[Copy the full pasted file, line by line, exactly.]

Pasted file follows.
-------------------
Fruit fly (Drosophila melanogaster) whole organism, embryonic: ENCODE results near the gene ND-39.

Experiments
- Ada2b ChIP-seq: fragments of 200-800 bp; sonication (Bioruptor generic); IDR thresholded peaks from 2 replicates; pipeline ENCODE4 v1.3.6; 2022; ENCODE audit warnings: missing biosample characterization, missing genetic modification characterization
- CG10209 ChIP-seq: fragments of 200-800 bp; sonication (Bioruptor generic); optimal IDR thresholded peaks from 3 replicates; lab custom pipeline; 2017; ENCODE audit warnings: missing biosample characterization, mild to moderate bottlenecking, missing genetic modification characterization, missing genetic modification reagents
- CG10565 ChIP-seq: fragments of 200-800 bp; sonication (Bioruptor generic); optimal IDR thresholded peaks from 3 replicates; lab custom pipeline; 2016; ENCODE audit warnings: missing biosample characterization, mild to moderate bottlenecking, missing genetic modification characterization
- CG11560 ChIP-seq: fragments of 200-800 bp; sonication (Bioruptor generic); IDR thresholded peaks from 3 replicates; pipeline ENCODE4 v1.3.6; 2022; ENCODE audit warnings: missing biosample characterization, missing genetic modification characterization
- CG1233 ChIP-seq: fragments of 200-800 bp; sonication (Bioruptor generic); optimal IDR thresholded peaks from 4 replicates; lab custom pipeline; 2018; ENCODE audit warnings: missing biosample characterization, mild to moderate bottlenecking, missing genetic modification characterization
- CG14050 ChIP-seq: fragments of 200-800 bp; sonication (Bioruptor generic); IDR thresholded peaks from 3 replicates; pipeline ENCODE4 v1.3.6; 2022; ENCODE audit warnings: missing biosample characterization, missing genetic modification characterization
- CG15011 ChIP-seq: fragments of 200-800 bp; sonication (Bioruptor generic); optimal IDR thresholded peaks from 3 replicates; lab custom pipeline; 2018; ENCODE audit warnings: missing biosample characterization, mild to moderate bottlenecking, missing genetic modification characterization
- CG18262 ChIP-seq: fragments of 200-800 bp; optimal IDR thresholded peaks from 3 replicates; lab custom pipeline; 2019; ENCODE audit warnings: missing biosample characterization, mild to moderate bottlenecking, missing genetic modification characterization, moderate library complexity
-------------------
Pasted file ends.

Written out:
Fruit fly (Drosophila melanogaster) whole organism, embryonic: ENCODE results near the gene ND-39.

Experiments
- Ada2b ChIP-seq: fragments of 200-800 bp; sonication (Bioruptor generic); IDR thresholded peaks from 2 replicates; pipeline ENCODE4 v1.3.6; 2022; ENCODE audit warnings: missing biosample characterization, missing genetic modification characterization
- CG10209 ChIP-seq: fragments of 200-800 bp; sonication (Bioruptor generic); optimal IDR thresholded peaks from 3 replicates; lab custom pipeline; 2017; ENCODE audit warnings: missing biosample characterization, mild to moderate bottlenecking, missing genetic modification characterization, missing genetic modification reagents
- CG10565 ChIP-seq: fragments of 200-800 bp; sonication (Bioruptor generic); optimal IDR thresholded peaks from 3 replicates; lab custom pipeline; 2016; ENCODE audit warnings: missing biosample characterization, mild to moderate bottlenecking, missing genetic modification characterization
- CG11560 ChIP-seq: fragments of 200-800 bp; sonication (Bioruptor generic); IDR thresholded peaks from 3 replicates; pipeline ENCODE4 v1.3.6; 2022; ENCODE audit warnings: missing biosample characterization, missing genetic modification characterization
- CG1233 ChIP-seq: fragments of 200-800 bp; sonication (Bioruptor generic); optimal IDR thresholded peaks from 4 replicates; lab custom pipeline; 2018; ENCODE audit warnings: missing biosample characterization, mild to moderate bottlenecking, missing genetic modification characterization
- CG14050 ChIP-seq: fragments of 200-800 bp; sonication (Bioruptor generic); IDR thresholded peaks from 3 replicates; pipeline ENCODE4 v1.3.6; 2022; ENCODE audit warnings: missing biosample characterization, missing genetic modification characterization
- CG15011 ChIP-seq: fragments of 200-800 bp; sonication (Bioruptor generic); optimal IDR thresholded peaks from 3 replicates; lab custom pipeline; 2018; ENCODE audit warnings: missing biosample characterization, mild to moderate bottlenecking, missing genetic modification characterization
- CG18262 ChIP-seq: fragments of 200-800 bp; optimal IDR thresholded peaks from 3 replicates; lab custom pipeline; 2019; ENCODE audit warnings: missing biosample characterization, mild to moderate bottlenecking, missing genetic modification characterization, moderate library complexity